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Amazon to change business practices to avoid million-dollar fine from Brussels for abuse of dominant position

Amazon agrees to change its commercial practices to avoid a million-dollar fine from Brussels for abusing its dominant position. Thus, the European Commission approves Amazon’s obligations, so it cannot use the seller’s data market and provides equal access to Buy Box and Prime.

“Today’s decision sets new rules for how Amazon conducts its business in Europe. Amazon can no longer abuse its dual role and will have to change several business practices. These include data usage, seller selection in the Buy Box, and terms of access to the Amazon Prime program. Independent retailers and carriers, as well as consumers, will benefit from these changes, which open up new opportunities and options,” said European Vice President for Competition Margrethe Vestager.

To address data use concerns, Amazon has proposed not to use non-public data related to or derived from the activities of independent sellers on its marketplace for its retail business. This applies both to Amazon’s automated tools and to employees who may cross-use Amazon data. Amazon Market making retail decisions; Do not use such data to sell branded products, including your private label products.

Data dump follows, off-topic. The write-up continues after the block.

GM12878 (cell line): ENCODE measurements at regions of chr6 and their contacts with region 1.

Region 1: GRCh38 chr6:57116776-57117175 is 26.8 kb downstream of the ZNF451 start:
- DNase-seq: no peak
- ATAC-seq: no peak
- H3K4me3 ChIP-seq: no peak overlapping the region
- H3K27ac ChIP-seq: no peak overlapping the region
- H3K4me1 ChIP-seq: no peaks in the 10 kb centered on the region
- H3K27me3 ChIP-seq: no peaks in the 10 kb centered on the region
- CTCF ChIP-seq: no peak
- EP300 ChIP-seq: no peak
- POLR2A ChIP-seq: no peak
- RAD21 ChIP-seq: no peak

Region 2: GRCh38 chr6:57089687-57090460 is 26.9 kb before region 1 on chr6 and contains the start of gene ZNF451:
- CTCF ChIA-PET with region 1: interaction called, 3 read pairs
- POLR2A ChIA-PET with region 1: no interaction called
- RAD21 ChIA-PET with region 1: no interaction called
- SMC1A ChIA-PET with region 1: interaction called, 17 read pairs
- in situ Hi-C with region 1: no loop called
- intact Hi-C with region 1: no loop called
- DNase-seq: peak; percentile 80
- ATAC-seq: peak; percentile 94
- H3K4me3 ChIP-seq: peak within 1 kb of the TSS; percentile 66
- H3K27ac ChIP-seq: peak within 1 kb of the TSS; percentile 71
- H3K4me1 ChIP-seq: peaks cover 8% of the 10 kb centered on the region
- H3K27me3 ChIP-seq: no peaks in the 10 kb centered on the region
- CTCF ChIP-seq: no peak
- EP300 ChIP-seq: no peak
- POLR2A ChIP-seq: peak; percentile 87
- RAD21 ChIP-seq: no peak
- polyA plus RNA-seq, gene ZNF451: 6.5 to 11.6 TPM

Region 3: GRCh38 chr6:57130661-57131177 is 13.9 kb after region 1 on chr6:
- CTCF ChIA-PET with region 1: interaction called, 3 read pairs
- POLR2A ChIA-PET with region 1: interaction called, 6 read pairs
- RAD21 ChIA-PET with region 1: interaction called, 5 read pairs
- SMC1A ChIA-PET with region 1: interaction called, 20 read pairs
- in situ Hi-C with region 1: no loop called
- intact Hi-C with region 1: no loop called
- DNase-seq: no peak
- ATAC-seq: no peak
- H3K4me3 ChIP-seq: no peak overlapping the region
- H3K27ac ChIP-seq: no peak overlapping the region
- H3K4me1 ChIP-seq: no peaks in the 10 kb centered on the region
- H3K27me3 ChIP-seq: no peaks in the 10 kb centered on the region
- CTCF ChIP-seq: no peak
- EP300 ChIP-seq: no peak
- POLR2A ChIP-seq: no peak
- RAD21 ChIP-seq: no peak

With respect to the Buy Box, Amazon has proposed that all sellers be treated equally when ranking bids for the purpose of selecting a Buy Box winner; Show a second competing offer to the Buy Box winner if there is a second offer from another seller that is sufficiently different from the first in price and/or delivery. Both offers display the same descriptive information and provide the same shopping experience.

And with respect to Prime’s concerns, Amazon has proposed maintaining non-discriminatory terms and conditions for qualifying Marketplace sellers and offers for Prime; Allow Prime sellers to freely choose any carrier for their logistics and delivery services and negotiate terms directly with the carrier of their choice and not use information obtained through Prime about the terms and performance of third-party carriers for their own logistics services.

“We are glad that we responded to the European Commission’s concerns and were able to resolve them. While we continue to disagree with some of its preliminary findings, we have maintained a constructive relationship with the Commission to ensure that we continue to meet the needs of our customers in Europe and support more than 225,000 European SMEs. They sell in our stores,” Amazon sources said.

Source: El Diario





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